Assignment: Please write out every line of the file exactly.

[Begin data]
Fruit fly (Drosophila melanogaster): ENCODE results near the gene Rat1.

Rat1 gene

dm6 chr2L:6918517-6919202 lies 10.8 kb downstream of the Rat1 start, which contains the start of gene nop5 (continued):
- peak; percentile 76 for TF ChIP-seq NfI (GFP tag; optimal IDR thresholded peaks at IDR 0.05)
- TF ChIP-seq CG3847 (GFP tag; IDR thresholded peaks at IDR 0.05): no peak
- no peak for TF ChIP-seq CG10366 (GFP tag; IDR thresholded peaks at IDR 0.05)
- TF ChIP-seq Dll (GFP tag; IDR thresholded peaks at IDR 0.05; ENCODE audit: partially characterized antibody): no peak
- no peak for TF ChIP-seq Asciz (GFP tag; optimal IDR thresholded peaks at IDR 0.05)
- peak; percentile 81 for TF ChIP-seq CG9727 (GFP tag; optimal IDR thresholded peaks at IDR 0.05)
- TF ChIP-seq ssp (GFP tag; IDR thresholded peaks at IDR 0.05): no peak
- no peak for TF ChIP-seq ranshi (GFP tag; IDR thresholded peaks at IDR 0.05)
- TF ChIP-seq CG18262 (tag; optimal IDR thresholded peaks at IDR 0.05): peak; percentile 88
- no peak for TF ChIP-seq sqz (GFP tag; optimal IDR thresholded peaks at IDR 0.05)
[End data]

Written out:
Fruit fly (Drosophila melanogaster): ENCODE results near the gene Rat1.

Rat1 gene

dm6 chr2L:6918517-6919202 lies 10.8 kb downstream of the Rat1 start, which contains the start of gene nop5 (continued):
- peak; percentile 76 for TF ChIP-seq NfI (GFP tag; optimal IDR thresholded peaks at IDR 0.05)
- TF ChIP-seq CG3847 (GFP tag; IDR thresholded peaks at IDR 0.05): no peak
- no peak for TF ChIP-seq CG10366 (GFP tag; IDR thresholded peaks at IDR 0.05)
- TF ChIP-seq Dll (GFP tag; IDR thresholded peaks at IDR 0.05; ENCODE audit: partially characterized antibody): no peak
- no peak for TF ChIP-seq Asciz (GFP tag; optimal IDR thresholded peaks at IDR 0.05)
- peak; percentile 81 for TF ChIP-seq CG9727 (GFP tag; optimal IDR thresholded peaks at IDR 0.05)
- TF ChIP-seq ssp (GFP tag; IDR thresholded peaks at IDR 0.05): no peak
- no peak for TF ChIP-seq ranshi (GFP tag; IDR thresholded peaks at IDR 0.05)
- TF ChIP-seq CG18262 (tag; optimal IDR thresholded peaks at IDR 0.05): peak; percentile 88
- no peak for TF ChIP-seq sqz (GFP tag; optimal IDR thresholded peaks at IDR 0.05)